The Gravity of Vision
In our universe what keeps things together? In a general sense what brings chaos to order? Gravity. For without it every person and thing would be cast into space, floating aimlessly, making for quite a chaotic existence. If not for gravity then nothing would be at rest on earth. Moreover this invisible force of attraction provides a general order to the movement of planets in our universe—making it one (whole) system.
The Gravity of Unity
In like fashion organizations need to canalize and unify people’s energy enabling it to function as one system. Accordingly, the canalizing of human energy requires a cohesive system of beliefs and values that deeply connect people to each other and the organization. This can be accomplished with the guidance of a vision that accesses that part of us that is the same thus enabling us to relate core-to-core irrespective of our external differences.
An organization that is not functioning as one—not a unified whole—is an organization whose energy is thinly scattered and whose demise is imminent. In short, it is a visionless organization. That is, vision can act as an attractor facilitating and guiding people toward developing helpful relationships with others and meaningful relationships with their work. Since an organization is a system of relationships, vision then can be the signpost to wholeness.
It is unfortunate that many believe that it is not what the vision is, but what the vision does that makes it so important. For many having a goal is all that matters. Accordingly most visions are in effect mission statements—what some might call BHAG (big hairy audacious goal).
As illustration consider GM’s vision, “Design, Build and Sell the World’s Best Vehicles.” This speaks not of people but of things—yes the objects—the organization makes. While GM’s statement offers a far-reaching noble goal it does not offer guidance to people toward developing and maintaining meaningful relationships with each other and the work.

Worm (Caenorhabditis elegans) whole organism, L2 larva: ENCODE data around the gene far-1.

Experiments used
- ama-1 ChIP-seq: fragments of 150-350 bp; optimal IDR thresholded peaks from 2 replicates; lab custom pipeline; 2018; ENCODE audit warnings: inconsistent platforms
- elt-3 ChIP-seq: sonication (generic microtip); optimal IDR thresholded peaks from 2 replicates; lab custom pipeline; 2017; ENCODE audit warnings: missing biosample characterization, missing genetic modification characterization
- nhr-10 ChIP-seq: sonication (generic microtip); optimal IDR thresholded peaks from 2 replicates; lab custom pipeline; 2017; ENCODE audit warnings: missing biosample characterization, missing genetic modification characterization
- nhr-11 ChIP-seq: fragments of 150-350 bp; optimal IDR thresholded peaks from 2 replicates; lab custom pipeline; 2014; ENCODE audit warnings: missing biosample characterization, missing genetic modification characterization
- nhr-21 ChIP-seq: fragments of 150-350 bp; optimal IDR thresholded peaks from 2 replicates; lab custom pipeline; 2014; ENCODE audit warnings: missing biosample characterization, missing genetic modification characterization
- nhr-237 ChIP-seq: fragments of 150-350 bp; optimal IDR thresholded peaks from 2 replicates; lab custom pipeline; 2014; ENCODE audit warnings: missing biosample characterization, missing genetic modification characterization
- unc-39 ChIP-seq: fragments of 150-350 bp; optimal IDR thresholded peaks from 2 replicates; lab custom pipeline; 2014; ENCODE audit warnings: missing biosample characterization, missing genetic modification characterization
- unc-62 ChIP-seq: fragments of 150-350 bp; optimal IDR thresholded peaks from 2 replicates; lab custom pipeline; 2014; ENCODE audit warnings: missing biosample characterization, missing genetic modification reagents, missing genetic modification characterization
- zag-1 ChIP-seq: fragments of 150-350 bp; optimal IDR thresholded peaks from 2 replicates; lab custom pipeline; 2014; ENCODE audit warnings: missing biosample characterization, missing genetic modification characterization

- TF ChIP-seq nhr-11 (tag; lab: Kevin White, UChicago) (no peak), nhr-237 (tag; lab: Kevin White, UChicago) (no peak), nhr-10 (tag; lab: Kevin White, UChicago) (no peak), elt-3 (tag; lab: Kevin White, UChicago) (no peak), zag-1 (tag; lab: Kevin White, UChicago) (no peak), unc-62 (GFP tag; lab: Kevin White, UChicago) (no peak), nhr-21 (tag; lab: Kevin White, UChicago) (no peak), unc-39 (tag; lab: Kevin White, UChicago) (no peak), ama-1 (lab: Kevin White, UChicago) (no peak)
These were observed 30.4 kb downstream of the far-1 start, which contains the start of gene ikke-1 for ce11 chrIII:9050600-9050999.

When results-only becomes the thing then meaning is lost as everything becomes objectified. Moreover as concern for results dominate relationships all interaction among people become mere transactions. Unavoidably, motivation turns to movement caused external authority and people become disconnected from the work. Because engagement in the work turns superficial keeping people on task toward results guides the approach of management.
Let’s quickly revisit the effect of gravity in our world. If the gravitational force were greater, then movement would correspondingly become increasingly more difficult. In other words, an order providing force taken to the extreme would be all consuming and confining, as what would be found in a black hole. Black hole like conditions can manifest in organizations when ends supplant meaning and/or when order becomes control. When this happens the light of creativity is inhibited from emerging.
Therefore, because of the power that vision has, what vision is is extremely important. Consequently, for the organization to sustain viability—which requires creative emergence—those in authority must act from, and be informed by, their humanness in order to lead with vision.
The Gravity of Insight
Vision runs far deeper than the words used to communicate it. Composing a nice sounding statement only requires skillful writing, but discovering meaning through vision requires insight.
Since it emerges from within, it requires listening to and being in touch with the unchanging aspect of our very being, looking deeply inward. Thus, having vision is more than having nice words fit together in a statement for public display; it is having the inner knowledge that there is more to us than our functional fit or the material outcomes that our activities might provide.